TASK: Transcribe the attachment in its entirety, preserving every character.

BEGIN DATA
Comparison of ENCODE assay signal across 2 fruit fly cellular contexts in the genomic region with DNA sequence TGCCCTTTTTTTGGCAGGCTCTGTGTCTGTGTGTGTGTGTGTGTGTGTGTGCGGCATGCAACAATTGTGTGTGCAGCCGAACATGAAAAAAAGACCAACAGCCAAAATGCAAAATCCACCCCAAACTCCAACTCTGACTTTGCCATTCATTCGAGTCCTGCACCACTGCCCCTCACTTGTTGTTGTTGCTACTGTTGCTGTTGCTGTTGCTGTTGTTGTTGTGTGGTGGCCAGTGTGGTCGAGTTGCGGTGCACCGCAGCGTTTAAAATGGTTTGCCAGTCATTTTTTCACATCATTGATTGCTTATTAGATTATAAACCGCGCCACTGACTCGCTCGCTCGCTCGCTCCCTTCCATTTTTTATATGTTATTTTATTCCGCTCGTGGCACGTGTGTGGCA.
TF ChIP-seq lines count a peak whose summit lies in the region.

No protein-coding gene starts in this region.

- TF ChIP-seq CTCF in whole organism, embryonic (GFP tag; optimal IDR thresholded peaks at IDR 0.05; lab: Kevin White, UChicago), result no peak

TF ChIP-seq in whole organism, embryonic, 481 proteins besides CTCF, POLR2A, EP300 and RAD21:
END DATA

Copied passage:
Comparison of ENCODE assay signal across 2 fruit fly cellular contexts in the genomic region with DNA sequence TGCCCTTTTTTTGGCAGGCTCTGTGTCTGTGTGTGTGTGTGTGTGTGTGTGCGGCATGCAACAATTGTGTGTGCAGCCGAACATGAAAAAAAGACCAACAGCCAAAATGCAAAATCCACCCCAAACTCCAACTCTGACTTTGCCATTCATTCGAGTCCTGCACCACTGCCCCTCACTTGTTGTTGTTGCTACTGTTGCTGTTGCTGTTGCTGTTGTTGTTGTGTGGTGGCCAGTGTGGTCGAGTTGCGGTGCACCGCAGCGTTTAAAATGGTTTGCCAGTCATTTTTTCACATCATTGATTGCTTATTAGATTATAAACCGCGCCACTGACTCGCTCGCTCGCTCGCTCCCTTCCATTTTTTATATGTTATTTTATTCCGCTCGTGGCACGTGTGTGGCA.
TF ChIP-seq lines count a peak whose summit lies in the region.

No protein-coding gene starts in this region.

- TF ChIP-seq CTCF in whole organism, embryonic (GFP tag; optimal IDR thresholded peaks at IDR 0.05; lab: Kevin White, UChicago), result no peak

TF ChIP-seq in whole organism, embryonic, 481 proteins besides CTCF, POLR2A, EP300 and RAD21: